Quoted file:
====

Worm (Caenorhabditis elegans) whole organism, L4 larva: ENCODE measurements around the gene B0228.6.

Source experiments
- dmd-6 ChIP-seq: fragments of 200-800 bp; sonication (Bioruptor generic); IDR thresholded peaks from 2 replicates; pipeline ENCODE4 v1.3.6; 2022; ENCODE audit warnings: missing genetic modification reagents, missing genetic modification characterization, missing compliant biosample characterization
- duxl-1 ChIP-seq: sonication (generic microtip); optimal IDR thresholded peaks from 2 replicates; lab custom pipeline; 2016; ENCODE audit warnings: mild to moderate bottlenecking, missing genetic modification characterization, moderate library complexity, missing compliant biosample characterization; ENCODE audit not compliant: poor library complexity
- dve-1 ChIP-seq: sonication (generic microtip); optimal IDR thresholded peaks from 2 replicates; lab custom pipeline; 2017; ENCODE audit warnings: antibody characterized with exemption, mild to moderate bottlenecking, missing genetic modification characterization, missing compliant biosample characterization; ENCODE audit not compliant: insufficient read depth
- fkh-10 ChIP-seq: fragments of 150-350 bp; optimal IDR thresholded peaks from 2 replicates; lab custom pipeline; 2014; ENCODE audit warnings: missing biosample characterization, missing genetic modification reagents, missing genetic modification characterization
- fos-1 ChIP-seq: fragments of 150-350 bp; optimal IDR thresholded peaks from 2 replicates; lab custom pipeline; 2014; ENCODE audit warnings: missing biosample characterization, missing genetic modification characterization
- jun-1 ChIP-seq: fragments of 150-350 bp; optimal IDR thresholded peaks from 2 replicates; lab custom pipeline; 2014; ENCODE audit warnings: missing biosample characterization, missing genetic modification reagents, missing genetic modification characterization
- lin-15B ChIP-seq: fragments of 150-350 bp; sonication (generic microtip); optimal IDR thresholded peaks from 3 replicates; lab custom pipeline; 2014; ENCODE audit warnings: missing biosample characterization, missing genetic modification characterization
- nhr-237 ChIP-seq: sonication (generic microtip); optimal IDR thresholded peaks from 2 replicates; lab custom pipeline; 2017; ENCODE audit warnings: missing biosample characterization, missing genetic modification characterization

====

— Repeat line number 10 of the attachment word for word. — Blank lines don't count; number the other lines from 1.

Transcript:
- nhr-237 ChIP-seq: sonication (generic microtip); optimal IDR thresholded peaks from 2 replicates; lab custom pipeline; 2017; ENCODE audit warnings: missing biosample characterization, missing genetic modification characterization